"The most common medications that cause allergic reactions are: penicillin, sulfa antibiotics, allopurinol, seizure and anti-arrhythmia medications, nonsteroidal anti-inflammatory drugs (NSAIDs) such as aspirin and ibuprofen, muscle relaxants, and certain post-surgery fluids. Other medications known to cause severe allergic reactions include vaccines, radiocontrast media, antihypertensives, insulin, and blood products."1
In a recent conversation with a client, Mel Eaton, DDS (who grew up on a peanut farm), we speculated that the top two severe allergens (penicillin and peanuts) have a common link - mold. Penicillin is derived from mold and the way peanuts are stored promotes the growth of mold.
It is estimated that 0.5 percent to 5 percent of the U.S. population, or as many as 13 million people, have insect venom allergies.5 Many of these venom-sensitive individuals are at risk for life-threatening anaphylactic reactions. An estimated 40 to 100 deaths due to anaphylaxis caused by insect venom are reported each year, half of which are attributed to fire ants, an increasingly common pest that is spreading throughout the United States. The insects most commonly associated with triggering severe allergic reactions belong to the Hymenoptera order of insects. This order comprises: bees, wasps, yellow jackets, hornets and ants, especially the fire ant.
Unlike people susceptible to anaphylaxis triggered by food, medication or latex, those allergic to insect venom have the option of undergoing immunotherapy, a preventive course of treatment that may provide long-term protection against insect sting allergies.1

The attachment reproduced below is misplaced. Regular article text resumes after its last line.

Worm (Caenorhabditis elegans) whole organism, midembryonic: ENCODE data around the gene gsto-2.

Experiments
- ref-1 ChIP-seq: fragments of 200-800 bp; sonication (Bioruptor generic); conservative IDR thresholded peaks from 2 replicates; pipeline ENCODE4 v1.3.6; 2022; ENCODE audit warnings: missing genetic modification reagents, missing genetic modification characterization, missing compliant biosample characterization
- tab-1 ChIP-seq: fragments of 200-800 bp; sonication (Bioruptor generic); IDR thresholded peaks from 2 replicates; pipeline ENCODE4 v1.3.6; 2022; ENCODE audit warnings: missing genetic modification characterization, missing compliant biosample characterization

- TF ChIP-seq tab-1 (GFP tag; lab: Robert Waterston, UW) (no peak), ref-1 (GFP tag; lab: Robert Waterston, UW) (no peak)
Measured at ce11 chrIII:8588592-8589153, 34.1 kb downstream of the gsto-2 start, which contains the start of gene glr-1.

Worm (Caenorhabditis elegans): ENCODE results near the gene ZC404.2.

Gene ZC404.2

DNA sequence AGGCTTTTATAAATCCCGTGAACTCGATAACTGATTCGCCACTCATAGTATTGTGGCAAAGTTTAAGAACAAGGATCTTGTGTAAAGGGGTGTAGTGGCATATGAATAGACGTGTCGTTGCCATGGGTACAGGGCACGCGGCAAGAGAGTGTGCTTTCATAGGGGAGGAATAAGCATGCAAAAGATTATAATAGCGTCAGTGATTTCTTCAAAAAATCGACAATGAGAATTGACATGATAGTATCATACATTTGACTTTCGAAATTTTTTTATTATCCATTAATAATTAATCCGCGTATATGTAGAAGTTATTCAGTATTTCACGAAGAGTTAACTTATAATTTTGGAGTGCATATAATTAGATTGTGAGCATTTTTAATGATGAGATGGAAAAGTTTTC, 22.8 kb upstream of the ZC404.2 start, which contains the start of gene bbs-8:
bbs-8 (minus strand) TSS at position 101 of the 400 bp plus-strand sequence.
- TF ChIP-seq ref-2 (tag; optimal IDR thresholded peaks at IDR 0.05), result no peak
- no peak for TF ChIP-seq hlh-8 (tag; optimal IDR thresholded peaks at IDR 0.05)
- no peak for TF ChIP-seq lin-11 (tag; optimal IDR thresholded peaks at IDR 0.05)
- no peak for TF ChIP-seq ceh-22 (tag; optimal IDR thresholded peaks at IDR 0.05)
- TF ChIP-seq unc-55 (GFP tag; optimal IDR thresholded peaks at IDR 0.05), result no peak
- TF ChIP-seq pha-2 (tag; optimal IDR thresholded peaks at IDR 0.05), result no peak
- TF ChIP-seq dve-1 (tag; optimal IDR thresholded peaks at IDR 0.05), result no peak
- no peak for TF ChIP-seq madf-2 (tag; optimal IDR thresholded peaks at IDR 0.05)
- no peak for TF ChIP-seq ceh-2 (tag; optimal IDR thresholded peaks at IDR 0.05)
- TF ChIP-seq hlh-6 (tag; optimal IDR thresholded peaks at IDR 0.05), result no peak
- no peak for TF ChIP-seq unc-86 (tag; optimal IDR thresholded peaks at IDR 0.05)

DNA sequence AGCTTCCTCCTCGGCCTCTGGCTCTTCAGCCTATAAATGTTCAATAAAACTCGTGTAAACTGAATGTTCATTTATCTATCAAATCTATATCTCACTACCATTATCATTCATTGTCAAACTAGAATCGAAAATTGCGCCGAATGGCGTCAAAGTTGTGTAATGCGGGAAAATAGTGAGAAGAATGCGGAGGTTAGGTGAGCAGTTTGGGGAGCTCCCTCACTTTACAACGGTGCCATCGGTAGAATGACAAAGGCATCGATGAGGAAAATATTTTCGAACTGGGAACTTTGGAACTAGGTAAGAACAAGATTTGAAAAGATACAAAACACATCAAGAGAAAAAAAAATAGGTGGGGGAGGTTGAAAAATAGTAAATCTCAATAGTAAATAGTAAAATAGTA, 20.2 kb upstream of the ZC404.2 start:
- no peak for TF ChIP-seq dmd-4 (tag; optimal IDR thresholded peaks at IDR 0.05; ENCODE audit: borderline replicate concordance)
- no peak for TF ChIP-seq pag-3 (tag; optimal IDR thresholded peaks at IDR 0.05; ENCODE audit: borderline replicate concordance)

An additional few points for your consideration include that using latex gloves for inter-oral work may trigger allergic responses in your clients. This did occur for me once over my 29 years of clinical practice. Nitrile gloves are now considered to be the best for such applications. Also, many of the essential oils or scented candles that are used by Massage Therapists can trigger respiratory allergies. Rarely do these provoke a systemic anaphylaxis but they are not practice builders either.
This two-part series only scratches the surface of the complex subject of anaphylaxis, yet presents you with those triggers considered most deadly. I encourage you to immediately integrate the proposed three questions with both new and established clients:
Your genuine interest, willingness to listen and personal encouragement for your clients to seek out advice from their physician may save a life.
Click here for more information about Dale G. Alexander, LMT, MA, PhD.